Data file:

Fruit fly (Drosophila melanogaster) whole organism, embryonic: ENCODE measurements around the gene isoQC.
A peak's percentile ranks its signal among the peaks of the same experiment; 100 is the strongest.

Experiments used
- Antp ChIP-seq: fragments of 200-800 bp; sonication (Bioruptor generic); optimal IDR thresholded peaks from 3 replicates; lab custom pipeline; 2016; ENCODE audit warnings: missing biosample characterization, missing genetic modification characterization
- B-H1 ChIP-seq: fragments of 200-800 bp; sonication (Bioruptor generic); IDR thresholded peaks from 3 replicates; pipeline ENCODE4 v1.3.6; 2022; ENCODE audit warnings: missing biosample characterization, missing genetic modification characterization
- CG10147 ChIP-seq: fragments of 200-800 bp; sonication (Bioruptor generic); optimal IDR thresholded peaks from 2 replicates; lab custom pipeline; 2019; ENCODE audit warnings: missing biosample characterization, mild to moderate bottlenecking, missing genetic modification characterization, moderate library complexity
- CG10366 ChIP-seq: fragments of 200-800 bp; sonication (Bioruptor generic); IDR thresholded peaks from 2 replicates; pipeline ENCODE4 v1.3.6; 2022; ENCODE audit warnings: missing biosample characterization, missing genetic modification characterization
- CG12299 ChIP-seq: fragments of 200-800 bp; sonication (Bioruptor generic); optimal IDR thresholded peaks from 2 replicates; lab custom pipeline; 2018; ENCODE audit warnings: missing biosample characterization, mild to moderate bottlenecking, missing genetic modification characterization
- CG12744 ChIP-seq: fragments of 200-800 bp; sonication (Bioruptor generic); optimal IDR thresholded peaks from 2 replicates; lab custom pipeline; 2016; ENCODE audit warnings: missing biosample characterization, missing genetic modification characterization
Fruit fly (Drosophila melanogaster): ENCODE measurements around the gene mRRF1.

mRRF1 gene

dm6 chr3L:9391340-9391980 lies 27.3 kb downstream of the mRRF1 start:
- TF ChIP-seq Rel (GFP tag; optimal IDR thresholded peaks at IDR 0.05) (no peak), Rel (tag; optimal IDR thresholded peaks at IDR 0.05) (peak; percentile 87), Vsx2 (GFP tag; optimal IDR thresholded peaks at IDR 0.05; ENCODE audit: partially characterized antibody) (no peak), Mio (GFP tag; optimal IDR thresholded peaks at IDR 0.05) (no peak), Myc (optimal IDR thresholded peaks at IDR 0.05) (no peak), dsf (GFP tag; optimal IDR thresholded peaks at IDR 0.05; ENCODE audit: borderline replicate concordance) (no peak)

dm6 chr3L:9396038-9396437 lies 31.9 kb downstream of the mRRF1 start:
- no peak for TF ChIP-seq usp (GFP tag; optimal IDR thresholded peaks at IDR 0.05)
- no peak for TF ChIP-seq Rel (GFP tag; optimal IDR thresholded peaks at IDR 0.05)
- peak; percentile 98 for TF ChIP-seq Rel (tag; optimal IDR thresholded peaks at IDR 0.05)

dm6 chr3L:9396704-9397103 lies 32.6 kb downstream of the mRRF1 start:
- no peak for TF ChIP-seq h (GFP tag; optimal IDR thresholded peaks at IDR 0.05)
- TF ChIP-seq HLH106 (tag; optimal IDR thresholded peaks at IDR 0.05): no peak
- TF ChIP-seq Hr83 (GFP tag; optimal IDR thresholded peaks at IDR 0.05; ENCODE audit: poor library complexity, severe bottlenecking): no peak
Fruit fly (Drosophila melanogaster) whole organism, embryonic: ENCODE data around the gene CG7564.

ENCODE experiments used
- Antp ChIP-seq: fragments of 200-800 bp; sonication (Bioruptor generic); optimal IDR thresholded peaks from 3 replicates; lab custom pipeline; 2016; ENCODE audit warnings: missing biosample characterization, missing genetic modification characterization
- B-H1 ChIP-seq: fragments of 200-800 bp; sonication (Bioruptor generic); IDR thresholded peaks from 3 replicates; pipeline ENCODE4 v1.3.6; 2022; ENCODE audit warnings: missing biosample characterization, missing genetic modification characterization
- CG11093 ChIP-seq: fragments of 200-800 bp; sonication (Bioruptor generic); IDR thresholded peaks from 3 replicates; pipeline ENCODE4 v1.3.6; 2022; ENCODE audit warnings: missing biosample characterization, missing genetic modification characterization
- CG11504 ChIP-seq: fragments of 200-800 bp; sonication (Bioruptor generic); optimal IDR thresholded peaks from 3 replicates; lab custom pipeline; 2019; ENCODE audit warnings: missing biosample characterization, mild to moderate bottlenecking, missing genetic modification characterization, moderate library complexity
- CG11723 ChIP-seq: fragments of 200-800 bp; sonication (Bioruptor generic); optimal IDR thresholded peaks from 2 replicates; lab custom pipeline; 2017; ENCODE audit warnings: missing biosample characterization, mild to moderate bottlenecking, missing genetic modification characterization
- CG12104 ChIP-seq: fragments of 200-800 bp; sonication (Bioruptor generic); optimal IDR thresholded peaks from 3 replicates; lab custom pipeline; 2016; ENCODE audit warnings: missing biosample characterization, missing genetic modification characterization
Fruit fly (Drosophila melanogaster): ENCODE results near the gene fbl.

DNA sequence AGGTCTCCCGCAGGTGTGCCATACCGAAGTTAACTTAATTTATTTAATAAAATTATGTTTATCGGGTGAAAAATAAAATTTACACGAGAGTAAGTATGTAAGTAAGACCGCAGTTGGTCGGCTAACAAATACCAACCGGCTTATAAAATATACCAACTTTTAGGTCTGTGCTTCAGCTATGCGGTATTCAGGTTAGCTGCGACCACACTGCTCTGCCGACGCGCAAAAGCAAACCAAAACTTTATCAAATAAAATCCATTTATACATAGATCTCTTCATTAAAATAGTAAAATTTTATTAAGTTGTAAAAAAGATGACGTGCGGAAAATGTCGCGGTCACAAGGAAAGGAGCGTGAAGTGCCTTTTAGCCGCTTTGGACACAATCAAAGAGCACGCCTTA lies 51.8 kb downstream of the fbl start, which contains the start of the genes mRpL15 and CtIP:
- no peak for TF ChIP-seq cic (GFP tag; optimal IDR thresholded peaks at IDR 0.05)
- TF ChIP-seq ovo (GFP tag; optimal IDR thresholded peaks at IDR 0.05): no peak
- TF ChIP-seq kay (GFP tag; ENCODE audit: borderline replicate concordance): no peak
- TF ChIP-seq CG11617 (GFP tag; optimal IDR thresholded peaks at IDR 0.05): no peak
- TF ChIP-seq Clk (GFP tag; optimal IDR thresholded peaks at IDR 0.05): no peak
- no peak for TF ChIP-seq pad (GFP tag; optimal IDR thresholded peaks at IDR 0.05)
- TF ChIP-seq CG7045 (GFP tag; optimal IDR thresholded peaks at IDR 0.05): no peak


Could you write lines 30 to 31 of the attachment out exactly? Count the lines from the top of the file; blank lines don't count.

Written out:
Fruit fly (Drosophila melanogaster): ENCODE results near the gene fbl.

DNA sequence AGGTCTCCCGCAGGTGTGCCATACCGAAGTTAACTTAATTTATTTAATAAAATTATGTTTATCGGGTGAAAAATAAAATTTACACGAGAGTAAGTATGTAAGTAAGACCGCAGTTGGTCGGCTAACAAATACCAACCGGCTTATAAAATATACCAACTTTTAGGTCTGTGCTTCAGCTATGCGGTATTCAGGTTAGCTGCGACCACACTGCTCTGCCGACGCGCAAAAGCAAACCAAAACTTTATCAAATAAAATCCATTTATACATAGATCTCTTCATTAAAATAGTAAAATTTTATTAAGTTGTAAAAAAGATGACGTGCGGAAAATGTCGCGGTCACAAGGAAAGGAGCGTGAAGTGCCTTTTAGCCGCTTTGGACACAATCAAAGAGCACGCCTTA lies 51.8 kb downstream of the fbl start, which contains the start of the genes mRpL15 and CtIP: